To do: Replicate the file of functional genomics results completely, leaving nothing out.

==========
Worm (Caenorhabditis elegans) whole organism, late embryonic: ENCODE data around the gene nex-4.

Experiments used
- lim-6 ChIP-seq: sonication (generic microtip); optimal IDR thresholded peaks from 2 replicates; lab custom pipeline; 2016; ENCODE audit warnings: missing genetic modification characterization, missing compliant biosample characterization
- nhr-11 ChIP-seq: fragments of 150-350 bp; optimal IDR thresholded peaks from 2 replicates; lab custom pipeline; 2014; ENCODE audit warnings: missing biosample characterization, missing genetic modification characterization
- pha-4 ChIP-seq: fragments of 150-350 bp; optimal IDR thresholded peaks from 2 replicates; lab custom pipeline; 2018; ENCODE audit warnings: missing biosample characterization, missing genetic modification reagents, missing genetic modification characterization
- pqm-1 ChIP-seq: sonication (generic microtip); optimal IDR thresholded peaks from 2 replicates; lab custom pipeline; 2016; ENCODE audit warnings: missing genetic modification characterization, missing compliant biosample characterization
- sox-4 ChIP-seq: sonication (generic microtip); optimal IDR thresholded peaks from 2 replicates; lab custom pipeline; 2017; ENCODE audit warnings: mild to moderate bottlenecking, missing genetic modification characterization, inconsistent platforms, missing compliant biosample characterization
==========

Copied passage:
Worm (Caenorhabditis elegans) whole organism, late embryonic: ENCODE data around the gene nex-4.

Experiments used
- lim-6 ChIP-seq: sonication (generic microtip); optimal IDR thresholded peaks from 2 replicates; lab custom pipeline; 2016; ENCODE audit warnings: missing genetic modification characterization, missing compliant biosample characterization
- nhr-11 ChIP-seq: fragments of 150-350 bp; optimal IDR thresholded peaks from 2 replicates; lab custom pipeline; 2014; ENCODE audit warnings: missing biosample characterization, missing genetic modification characterization
- pha-4 ChIP-seq: fragments of 150-350 bp; optimal IDR thresholded peaks from 2 replicates; lab custom pipeline; 2018; ENCODE audit warnings: missing biosample characterization, missing genetic modification reagents, missing genetic modification characterization
- pqm-1 ChIP-seq: sonication (generic microtip); optimal IDR thresholded peaks from 2 replicates; lab custom pipeline; 2016; ENCODE audit warnings: missing genetic modification characterization, missing compliant biosample characterization
- sox-4 ChIP-seq: sonication (generic microtip); optimal IDR thresholded peaks from 2 replicates; lab custom pipeline; 2017; ENCODE audit warnings: mild to moderate bottlenecking, missing genetic modification characterization, inconsistent platforms, missing compliant biosample characterization